Tuesday, April 27, 2021

And then a full moon rising


Last night when I went to bed, it was still light outside.  I read until I fell asleep.  Not long after that I woke up and couldn't get back to sleep and so I got out of bed.  When I looked out my living room window, I saw the full moon rising in the east, extraordinarily bright.  I went back to bed to read until I fell asleep again.  In the past week, it's been warm enough to have all my screened windows open, but by this morning the temperature in my bedroom was 55 degrees.  No wonder I had such a good night's sleep after all.  The windows are closed again for now.  It's almost noon and still chilly inside.  I'm looking forward to a walk this afternoon on a hillside trail that it new to me.  The trail begins close to the home of a friend who lives about 15 minutes away to the east.  The road that goes to her house follows, more or less, the northern shore of Lake Whatcom, which is the 14-mile glacier-fed lake that I can see from my porch, through the trees.

When I was walking in the woods yesterday, I heard Great Horned Owls calling back and forth.  I called out a "Who, Who, WhoWho," as I had on April 20 but didn't see either of them.

Sunday, April 25, 2021

Pileated Woodpeckers

Although I don't see them often, I am grateful to see these wonderful tricksters at all when they come to my porch or when I see them or just hear them in the nearby woods (-:

*Best seen with full screen*

Saturday, April 24, 2021


In my circle of friends is a young woman who was born in India and currently lives in India.  Yesterday, trying to find words, she told us what she and her family and friends and neighbors are experiencing in India as a result of the COVID-19 surge.  The heart of the world is torn in so many places.  We do our best to be there for each other no matter what happens.  The internet brings us together in a mysterious and healing way.  We were never alone.  We just never knew it as well as we do now.

"The Freedom of Real Apologies"


Above:  Layli Long Soldier and Pádraig Ó Tuama

"There’s an anecdote told about a person who asked a scientist how to make bread from scratch. Well, the scientist said, first you have to invent the universe. 

And there’s another anecdote, about a tourist who’s lost while driving around Ireland. How do I get on the road to Dublin? they ask a local. First thing to say is that I wouldn’t start from here, the local replies.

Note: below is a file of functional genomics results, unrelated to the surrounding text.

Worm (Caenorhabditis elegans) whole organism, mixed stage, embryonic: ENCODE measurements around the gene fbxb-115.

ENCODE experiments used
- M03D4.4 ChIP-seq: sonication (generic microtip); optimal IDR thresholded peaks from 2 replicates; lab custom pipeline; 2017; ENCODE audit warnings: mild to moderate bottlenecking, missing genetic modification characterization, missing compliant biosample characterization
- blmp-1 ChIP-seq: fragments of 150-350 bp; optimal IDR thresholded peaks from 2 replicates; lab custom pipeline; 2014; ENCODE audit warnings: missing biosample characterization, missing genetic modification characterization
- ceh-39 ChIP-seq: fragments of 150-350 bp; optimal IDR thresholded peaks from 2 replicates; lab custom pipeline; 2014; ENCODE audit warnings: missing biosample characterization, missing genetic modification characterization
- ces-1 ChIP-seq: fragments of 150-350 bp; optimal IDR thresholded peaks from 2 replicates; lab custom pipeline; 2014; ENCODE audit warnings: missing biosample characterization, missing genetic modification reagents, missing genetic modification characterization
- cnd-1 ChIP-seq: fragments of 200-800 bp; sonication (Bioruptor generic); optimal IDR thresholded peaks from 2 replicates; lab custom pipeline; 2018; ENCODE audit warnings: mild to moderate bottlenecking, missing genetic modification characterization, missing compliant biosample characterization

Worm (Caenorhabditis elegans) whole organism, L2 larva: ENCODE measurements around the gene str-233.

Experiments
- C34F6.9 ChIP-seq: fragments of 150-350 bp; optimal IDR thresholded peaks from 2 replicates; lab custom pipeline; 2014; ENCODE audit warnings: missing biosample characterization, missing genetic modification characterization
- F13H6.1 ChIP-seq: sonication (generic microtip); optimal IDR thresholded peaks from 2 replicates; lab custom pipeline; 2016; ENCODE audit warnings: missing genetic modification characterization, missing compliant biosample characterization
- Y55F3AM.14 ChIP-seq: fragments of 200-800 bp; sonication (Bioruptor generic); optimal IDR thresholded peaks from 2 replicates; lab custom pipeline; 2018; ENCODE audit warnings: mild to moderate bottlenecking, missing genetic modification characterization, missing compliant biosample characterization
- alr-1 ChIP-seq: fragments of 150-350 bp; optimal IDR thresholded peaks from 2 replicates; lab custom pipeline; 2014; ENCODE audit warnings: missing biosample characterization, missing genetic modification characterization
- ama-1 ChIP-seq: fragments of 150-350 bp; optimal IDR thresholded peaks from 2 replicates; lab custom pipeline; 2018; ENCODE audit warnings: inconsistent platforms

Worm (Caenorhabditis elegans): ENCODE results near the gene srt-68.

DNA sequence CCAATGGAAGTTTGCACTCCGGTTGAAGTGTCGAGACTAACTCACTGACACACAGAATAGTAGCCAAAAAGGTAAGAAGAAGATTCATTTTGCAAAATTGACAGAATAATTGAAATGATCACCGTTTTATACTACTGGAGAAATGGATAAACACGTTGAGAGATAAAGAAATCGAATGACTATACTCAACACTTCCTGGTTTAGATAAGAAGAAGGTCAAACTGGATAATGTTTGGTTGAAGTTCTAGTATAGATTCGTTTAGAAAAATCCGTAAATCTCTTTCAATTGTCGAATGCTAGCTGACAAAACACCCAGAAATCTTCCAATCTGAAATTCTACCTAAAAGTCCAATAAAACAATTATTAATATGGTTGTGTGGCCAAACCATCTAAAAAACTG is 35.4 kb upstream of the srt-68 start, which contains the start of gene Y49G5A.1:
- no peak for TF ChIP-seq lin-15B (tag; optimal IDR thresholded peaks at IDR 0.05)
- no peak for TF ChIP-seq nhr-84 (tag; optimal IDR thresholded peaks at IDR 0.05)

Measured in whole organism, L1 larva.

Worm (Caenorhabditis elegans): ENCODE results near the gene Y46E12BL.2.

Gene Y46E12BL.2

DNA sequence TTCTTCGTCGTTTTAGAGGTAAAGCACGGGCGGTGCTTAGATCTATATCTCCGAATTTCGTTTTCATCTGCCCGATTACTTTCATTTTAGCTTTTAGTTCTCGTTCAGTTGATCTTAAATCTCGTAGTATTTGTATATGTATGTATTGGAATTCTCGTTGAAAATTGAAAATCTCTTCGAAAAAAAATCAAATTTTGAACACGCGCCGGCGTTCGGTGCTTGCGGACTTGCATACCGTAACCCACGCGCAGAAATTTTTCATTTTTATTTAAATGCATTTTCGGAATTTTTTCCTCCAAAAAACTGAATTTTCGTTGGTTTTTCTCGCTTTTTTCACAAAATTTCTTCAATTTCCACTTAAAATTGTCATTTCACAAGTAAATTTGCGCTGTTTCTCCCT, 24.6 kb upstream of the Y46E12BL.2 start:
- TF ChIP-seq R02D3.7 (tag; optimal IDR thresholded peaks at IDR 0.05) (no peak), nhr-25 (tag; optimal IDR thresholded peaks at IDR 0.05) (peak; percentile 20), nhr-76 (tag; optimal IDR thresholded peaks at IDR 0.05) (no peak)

They’re funny, those anecdotes, and also partially frustrating, which is where some of their humor lies. But they also contain profound wisdom: None of us are alone (you can’t make bread from scratch, you’re in a long-line of humanity that’s made bread) and there are poor places to begin something. "

From "The Freedom of Real Apologies"

Friday, April 23, 2021

With gratitude for food banks and the volunteers who make them possible / "Hineni"


(Drawings of food bank items by Shayna Rudoren)

From this article:

“I get here and the room is empty,” he said to explain why he named the pantry Manna, “and then by 10:30, there’s food in it. And then by 1 o’clock there’s not.” At the end of every day, he continued, “I’ve got nothing left — I’ve got nothing emotionally, I’ve got nothing physically, I’ve got nothing spiritually — I’m done. And somehow in the morning, there’s something there. To me that’s divine.”

Mike is a different story.

“I’m an agnostic,” he told me. Between confirmation in ninth grade and his 60th birthday, Mike said, “I was in a church probably a dozen times.” But his wife is a spiritual person, and when they were living in the Bronx, they got involved in St. Paul’s Lutheran Evangelical Church in the Parkchester neighborhood. Mike helped run the food pantry there, too, before they moved to Bloomfield, N.J., in 2019, and connected with Park United. 

“For me, it’s not religious,” he said. “I really don’t give a whole lot of thought to a Supreme Being. Maybe I should but I don’t. What the church has done for me is it’s provided me with good work to do.”

That’s hineni.



During the second half of 2019 and until our local food bank closed due to the pandemic, I stood in line there once a week because I was going into credit card debt for the first time in my life in order to buy groceries.  Not serious debt but something I needed to address before it did become a problem.  

Our local food bank was set up like a grocery store.  We would stand in line, be checked in at a counter by volunteers, and then would get a grocery cart which we would fill with all the food we could put in the boxes we brought for that purpose.  The boxes were supplied by the food bank.  We were encouraged to take a box and use it each time we visited.  Because of the generosity of local stores and local farmers and the many people who support the food bank, I had an excellent selection of fresh produce, rice, beans, oatmeal, and nut butters to choose from.  There were also milk and other dairy products, eggs, bread and rolls, tortillas, meat, canned and baked goods, which for one reason or another, I can't eat but are basics for so many people.